Thank you Mallick ji for a comprehensive review on Pulse Velocity Testing. The document is exhaustive. I would like if you could share some wisdom on the use of UPV for estimating the Concrete strength from UPV. I ask this because I normally use it for checking the integrity and quality  of the concrete, but I have seen some using it for strength estimation purpose.
How reliable would it be to estimate the strength?

On another note could you, or any expert on the Forum throw some light on the Concrete strength results from concrete drilled core tests. I have seen a variance of more then 60%  in drilled core test results of columns taken from concrete of a single batch. Preparation of the concrete core prior to testing plays a crucial role and what is the best method for this? Grinding the top or capping with cement mortar?

I have found that often the cores fail due to improper preparation of the core end.

Best regards,
Alpa Sheth
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P.K.Mallick
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PostPosted: Tue May 28, 2024 6:31 am    Post subject: Reply with quote

Madam,
I will come back on 1st issue. I need some time.
Regarding 2nd issue on the Core Test, I have posted a write-up in Sefi recently. Please have a look at that. In the comment section of that write-up, I will write about Capping and grinding.





alpa_sheth wrote:
Thank you Mallick ji for a comprehensive review on Pulse Velocity Testing. The document is exhaustive. I would like if you could share some wisdom on the use of UPV for estimating the Concrete strength from UPV. I ask this because I normally use it for checking the integrity and quality  of the concrete, but I have seen some using it for strength estimation purpose.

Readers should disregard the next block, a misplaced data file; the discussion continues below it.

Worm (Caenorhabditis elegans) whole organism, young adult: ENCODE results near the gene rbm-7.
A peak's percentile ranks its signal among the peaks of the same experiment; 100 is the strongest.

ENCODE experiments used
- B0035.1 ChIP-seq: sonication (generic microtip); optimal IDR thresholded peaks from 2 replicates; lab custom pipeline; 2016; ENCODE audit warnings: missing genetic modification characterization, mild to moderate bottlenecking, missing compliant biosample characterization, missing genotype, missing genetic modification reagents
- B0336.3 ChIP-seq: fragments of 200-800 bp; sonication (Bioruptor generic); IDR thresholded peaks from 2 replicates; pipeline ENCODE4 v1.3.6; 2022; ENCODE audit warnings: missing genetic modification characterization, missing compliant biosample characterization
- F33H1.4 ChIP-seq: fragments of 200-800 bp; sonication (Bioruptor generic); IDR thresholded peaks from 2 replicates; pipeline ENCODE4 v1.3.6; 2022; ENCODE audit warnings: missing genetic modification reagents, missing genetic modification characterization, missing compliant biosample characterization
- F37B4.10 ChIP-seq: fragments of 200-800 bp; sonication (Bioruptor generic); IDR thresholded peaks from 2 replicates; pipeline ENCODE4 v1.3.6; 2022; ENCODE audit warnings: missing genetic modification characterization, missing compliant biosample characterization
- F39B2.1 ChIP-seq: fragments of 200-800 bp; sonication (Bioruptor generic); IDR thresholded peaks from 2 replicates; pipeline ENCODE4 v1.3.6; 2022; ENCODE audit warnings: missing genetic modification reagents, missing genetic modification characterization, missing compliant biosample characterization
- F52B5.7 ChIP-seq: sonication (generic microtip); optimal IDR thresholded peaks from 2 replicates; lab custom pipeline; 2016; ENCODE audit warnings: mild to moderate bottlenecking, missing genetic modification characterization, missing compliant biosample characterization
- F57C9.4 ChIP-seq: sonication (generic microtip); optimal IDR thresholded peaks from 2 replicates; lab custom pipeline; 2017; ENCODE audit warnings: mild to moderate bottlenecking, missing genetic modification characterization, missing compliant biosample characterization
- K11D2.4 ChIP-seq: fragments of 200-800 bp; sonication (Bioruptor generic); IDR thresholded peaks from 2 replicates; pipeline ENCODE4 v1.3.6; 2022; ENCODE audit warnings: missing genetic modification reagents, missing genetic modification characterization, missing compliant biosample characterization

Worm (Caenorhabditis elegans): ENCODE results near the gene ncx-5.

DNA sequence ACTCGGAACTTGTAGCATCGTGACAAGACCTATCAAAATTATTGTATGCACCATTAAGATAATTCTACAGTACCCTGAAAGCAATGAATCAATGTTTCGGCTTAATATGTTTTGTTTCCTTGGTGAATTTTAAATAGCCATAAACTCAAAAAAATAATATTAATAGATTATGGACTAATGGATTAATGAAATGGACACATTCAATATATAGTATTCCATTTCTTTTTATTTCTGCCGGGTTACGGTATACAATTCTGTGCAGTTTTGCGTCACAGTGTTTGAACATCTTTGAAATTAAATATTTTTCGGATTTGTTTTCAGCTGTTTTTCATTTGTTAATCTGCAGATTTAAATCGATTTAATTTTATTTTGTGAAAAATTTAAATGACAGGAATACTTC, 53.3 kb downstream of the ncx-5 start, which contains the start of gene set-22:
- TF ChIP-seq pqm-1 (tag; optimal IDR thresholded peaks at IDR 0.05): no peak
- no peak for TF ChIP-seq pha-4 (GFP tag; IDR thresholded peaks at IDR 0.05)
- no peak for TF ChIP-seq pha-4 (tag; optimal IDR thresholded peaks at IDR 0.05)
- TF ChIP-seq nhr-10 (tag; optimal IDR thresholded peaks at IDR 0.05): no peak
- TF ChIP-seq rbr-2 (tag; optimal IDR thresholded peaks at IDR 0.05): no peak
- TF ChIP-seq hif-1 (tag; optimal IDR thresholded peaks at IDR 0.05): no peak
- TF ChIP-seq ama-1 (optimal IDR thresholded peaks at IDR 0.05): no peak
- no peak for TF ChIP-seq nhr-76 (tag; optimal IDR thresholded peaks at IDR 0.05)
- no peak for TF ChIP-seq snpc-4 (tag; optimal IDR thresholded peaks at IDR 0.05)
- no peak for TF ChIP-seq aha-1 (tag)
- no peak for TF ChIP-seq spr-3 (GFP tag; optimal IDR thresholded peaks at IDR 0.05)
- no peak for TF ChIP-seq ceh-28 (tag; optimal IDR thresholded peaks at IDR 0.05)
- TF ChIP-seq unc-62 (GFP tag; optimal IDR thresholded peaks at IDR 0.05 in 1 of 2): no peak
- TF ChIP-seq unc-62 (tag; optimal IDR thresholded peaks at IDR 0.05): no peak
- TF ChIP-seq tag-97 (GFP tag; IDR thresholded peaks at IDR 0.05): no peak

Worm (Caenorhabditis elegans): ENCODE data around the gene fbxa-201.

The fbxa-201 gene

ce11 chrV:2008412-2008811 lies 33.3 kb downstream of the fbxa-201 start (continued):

How reliable would it be to estimate the strength?

On another note could you, or any expert on the Forum throw some light on the Concrete strength results from concrete drilled core tests. I have seen a variance of more then 60%  in drilled core test results of columns taken from concrete of a single batch. Preparation of the concrete core prior to testing plays a crucial role and what is the best method for this? Grinding the top or capping with cement mortar?

I have found that often the cores fail due to improper preparation of the core end.

Best regards,
Alpa Sheth

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PostPosted: Thu May 30, 2024 8:46 am    Post subject: Reply with quote

USE OF UPV FOR ESTIMATING THE CONCRETE STRENGTH.
Stipulations of IS: 516 (Part 5/Sec1) have already been stated in the body of above write-up. (Kindly see the heading in Bold- “Correlation between Pulse Velocity and Compressive Strength”). Therefore, let us, now, explore what are the options available in other publications.
1)     Provisions in ACI 228.1R-03, In-place Methods to Estimate Concrete Strength, Reported by ACI Committee 228.
This publication starts with basic premises that the Pulse Velocity is proportional to square root of Elastic Modulus. Because the Elastic Modulus and strength of a given concrete increase with maturity, it follows that Pulse Velocity may provide a means of estimating strength of Concrete, even though there is no physical relationship between these two properties. As Concrete matures, however, the elastic modulus and compressive strength increase at different rates. At early maturities, the elastic modulus increases at a higher rate than strength, and at later maturities, the Elastic Modulus increases at a lower rate. As a result, over wide range of maturity, the relationship between Compressive Strength and Pulse Velocity is highly Non-linear. Further, ACI 228-1R-03 has provided a figure showing a typical relationship between Compressive Strength and Pulse Velocity, stating that it is only an illustrative example and the actual relationship depends on the specific Concrete mixture.